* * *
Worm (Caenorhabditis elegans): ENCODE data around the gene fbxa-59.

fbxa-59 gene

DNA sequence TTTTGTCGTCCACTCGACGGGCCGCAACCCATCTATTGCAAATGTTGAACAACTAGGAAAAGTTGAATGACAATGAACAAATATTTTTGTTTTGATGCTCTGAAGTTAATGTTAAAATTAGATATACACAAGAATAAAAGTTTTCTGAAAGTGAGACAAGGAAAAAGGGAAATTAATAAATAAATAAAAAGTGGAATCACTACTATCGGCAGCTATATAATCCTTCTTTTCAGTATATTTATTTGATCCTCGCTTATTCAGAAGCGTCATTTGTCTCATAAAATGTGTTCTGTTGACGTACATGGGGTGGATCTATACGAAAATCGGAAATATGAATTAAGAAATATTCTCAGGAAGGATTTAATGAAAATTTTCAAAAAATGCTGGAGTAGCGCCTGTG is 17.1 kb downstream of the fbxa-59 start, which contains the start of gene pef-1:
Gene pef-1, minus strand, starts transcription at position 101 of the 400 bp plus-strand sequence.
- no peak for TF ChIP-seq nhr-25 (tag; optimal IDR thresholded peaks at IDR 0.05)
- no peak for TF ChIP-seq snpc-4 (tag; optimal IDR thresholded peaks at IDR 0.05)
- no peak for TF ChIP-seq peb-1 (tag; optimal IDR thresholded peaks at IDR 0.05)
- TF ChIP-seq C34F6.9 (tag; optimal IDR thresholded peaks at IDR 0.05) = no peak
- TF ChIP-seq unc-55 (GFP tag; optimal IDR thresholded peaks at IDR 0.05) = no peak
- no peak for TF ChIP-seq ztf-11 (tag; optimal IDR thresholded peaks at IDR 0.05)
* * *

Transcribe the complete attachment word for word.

Worm (Caenorhabditis elegans): ENCODE data around the gene fbxa-59.

fbxa-59 gene

DNA sequence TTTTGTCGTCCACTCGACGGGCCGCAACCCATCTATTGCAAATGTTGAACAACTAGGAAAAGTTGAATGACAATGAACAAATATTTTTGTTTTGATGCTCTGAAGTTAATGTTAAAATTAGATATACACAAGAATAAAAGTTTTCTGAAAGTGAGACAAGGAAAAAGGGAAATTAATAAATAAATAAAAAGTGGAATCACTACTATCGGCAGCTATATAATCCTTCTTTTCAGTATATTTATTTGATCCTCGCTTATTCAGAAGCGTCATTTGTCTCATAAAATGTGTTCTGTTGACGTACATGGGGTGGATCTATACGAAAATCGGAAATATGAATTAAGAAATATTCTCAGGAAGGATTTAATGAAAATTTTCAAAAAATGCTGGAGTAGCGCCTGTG is 17.1 kb downstream of the fbxa-59 start, which contains the start of gene pef-1:
Gene pef-1, minus strand, starts transcription at position 101 of the 400 bp plus-strand sequence.
- no peak for TF ChIP-seq nhr-25 (tag; optimal IDR thresholded peaks at IDR 0.05)
- no peak for TF ChIP-seq snpc-4 (tag; optimal IDR thresholded peaks at IDR 0.05)
- no peak for TF ChIP-seq peb-1 (tag; optimal IDR thresholded peaks at IDR 0.05)
- TF ChIP-seq C34F6.9 (tag; optimal IDR thresholded peaks at IDR 0.05) = no peak
- TF ChIP-seq unc-55 (GFP tag; optimal IDR thresholded peaks at IDR 0.05) = no peak
- no peak for TF ChIP-seq ztf-11 (tag; optimal IDR thresholded peaks at IDR 0.05)